Today on World Refugee Day, we share a first-hand account from Maneno Abel, a dedicated member of the Edesia family making the highest-quality, safest life-saving foods for millions of severely malnourished children across the world.

I was born in 1973 inside the Mishamo refugee camp in Tanzania, where my parents had fled from Burundi the year before. Growing up in the refugee camp, my siblings and I didn’t think about what it meant to be refugees. This was just where we were. In 1993, a new president was elected in the first multi-party elections for the presidency. He prioritized welcoming Burundians back home, and we returned as a family.

Back in Burundi, I remember my grandmother carried me around the whole time. She wouldn’t let me go. That time only lasted three weeks before we fled back to another refugee camp in Tanzania after the president was assassinated and another conflict began. From 1973 up until 2008, when I left for the U.S., I spent only three weeks living in my own country; the rest of those 35 years were spent in three different Tanzanian refugee camps.

In 2008, I settled in Providence, Rhode Island, and met my wife, who is also a former refugee. We love each other so much and we work hard to make plans that will change our life and create a home for our three beautiful children. We have both found jobs we love that give us pride. She earned a high school and a community college degree. She now works as a nurse.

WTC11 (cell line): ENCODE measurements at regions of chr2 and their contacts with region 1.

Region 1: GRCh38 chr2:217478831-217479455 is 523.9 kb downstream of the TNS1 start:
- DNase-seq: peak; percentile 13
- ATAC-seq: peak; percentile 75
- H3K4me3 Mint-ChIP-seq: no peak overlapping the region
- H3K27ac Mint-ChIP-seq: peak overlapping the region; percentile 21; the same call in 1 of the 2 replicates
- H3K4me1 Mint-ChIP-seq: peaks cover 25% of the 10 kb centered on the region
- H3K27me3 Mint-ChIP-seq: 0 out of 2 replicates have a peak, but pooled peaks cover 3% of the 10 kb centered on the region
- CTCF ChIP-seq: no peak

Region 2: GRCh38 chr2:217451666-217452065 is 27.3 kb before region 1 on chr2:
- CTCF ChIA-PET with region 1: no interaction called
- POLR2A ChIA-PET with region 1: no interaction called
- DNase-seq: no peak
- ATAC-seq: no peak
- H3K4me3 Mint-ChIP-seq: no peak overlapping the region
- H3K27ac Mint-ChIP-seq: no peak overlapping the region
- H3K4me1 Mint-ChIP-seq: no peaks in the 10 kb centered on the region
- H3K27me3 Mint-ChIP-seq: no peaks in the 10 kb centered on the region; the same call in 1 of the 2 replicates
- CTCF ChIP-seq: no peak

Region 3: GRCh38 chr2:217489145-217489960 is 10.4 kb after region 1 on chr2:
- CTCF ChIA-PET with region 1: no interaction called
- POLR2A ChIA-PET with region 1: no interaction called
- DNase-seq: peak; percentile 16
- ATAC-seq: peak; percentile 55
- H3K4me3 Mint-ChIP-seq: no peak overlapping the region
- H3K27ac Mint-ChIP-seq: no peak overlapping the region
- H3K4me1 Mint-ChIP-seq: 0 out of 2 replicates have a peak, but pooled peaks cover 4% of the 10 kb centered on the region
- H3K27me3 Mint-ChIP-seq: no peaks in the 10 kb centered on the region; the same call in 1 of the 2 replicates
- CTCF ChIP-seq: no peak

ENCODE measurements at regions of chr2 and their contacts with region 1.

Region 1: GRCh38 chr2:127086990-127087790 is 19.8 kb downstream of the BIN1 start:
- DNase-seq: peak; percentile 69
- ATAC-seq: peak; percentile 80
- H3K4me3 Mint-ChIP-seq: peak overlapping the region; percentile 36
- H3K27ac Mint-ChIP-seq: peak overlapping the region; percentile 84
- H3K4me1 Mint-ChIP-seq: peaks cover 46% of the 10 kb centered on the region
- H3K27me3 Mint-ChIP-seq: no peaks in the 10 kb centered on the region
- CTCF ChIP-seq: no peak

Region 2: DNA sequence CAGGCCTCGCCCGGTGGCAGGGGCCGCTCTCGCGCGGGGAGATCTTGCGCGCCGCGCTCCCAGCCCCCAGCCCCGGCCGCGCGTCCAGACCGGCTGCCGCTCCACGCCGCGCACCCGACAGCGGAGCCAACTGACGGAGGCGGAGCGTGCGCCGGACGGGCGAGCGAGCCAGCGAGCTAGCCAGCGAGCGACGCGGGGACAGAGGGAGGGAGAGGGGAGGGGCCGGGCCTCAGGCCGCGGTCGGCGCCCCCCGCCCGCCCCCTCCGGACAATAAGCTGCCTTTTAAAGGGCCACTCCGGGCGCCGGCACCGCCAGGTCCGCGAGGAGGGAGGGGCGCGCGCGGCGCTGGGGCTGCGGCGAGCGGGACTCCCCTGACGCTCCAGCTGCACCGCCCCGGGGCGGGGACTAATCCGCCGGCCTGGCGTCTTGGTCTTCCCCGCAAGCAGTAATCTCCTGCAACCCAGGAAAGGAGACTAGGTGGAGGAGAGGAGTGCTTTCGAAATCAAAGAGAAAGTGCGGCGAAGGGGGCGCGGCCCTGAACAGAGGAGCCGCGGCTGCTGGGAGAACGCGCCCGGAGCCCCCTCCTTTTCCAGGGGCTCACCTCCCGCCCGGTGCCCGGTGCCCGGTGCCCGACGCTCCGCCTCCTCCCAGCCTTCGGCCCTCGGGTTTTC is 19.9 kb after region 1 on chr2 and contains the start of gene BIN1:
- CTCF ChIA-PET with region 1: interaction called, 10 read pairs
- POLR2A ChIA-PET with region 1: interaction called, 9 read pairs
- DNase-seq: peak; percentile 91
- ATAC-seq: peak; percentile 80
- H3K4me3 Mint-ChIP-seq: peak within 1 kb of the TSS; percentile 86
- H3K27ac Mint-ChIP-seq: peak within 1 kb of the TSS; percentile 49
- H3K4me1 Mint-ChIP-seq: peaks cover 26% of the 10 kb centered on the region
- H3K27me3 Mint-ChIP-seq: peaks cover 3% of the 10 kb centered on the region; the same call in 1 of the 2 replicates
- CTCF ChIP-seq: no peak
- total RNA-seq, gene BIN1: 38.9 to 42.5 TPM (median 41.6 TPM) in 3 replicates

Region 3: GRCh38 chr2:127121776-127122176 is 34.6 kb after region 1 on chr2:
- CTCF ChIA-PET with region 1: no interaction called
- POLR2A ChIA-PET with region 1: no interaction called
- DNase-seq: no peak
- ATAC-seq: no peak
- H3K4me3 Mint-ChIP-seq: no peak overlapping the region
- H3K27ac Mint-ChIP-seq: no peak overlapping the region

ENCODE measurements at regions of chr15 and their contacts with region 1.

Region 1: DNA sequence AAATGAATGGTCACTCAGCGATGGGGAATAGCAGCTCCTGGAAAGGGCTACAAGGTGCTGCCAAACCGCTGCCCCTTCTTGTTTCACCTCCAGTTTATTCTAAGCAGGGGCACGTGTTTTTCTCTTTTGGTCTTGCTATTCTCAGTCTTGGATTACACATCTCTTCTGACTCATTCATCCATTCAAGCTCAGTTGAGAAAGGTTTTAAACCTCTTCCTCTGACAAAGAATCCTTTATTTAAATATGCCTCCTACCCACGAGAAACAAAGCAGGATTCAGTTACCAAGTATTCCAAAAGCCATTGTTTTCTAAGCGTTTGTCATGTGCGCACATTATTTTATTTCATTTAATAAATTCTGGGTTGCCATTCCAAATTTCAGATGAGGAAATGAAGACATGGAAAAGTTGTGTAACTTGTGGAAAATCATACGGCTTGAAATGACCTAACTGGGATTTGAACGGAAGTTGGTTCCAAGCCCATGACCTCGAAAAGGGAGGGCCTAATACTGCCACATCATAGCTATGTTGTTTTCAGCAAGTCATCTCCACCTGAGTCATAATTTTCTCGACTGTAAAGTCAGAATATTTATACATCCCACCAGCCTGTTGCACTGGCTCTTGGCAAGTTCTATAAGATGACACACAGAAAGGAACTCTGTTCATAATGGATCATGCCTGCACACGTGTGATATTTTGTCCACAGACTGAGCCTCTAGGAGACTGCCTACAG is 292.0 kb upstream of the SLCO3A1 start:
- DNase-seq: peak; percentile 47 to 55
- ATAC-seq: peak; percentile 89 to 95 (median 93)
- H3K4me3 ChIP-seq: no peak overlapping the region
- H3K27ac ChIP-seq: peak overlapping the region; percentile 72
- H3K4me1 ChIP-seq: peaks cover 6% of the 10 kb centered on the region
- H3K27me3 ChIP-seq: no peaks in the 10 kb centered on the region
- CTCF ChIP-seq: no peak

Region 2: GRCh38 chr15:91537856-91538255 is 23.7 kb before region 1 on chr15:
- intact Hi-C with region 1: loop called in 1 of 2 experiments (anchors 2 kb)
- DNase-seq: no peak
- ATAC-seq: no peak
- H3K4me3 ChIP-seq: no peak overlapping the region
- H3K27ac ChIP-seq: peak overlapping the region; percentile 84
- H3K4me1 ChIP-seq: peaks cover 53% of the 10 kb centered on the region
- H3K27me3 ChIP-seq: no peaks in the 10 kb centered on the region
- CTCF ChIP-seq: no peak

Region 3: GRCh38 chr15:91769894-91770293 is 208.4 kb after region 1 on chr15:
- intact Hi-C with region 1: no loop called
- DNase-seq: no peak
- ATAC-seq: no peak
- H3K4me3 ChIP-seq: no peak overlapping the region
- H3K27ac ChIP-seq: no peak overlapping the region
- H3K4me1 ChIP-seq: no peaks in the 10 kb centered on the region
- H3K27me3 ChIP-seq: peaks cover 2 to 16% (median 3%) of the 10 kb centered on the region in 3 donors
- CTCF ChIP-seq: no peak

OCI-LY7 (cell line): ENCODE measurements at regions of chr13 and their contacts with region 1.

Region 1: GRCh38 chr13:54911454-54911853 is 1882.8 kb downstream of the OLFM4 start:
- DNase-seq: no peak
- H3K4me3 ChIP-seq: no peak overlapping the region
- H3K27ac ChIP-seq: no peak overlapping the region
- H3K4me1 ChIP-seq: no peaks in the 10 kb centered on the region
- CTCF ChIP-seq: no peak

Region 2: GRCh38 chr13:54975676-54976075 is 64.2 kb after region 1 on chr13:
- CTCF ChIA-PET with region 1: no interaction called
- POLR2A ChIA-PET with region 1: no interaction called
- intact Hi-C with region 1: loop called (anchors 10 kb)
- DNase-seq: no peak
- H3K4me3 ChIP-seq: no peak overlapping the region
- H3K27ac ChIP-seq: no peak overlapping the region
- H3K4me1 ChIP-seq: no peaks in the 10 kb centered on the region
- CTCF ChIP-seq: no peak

Me, I’m proud of the food we make at Edesia. I know what refugee camps are like, and I know what it looks like to see children get sick or die of malnutrition.

In 2017, I became a U.S. citizen – it is my very first citizenship. In 2020, we bought our own home. The first time I walked into my own home, I was so happy. Where I live now is very different, but I look to my parents and memories to guide how we raise our family. I learned from them how to build strong relationships with your neighbors. I try to show my kids, like my parents showed me, that you have to respect everyone and that if you are able to help someone, you must help. You can always find the time for that.

When my brother and I left the refugee camp for the U.S. in 2008, my mother worried it was the last time she would see us. I told her, “God will open a door, we will see each other again.” I now have a plan to visit her and my father next year, and I will take my family. I can’t wait for my parents to hug their grandchildren for the first time.

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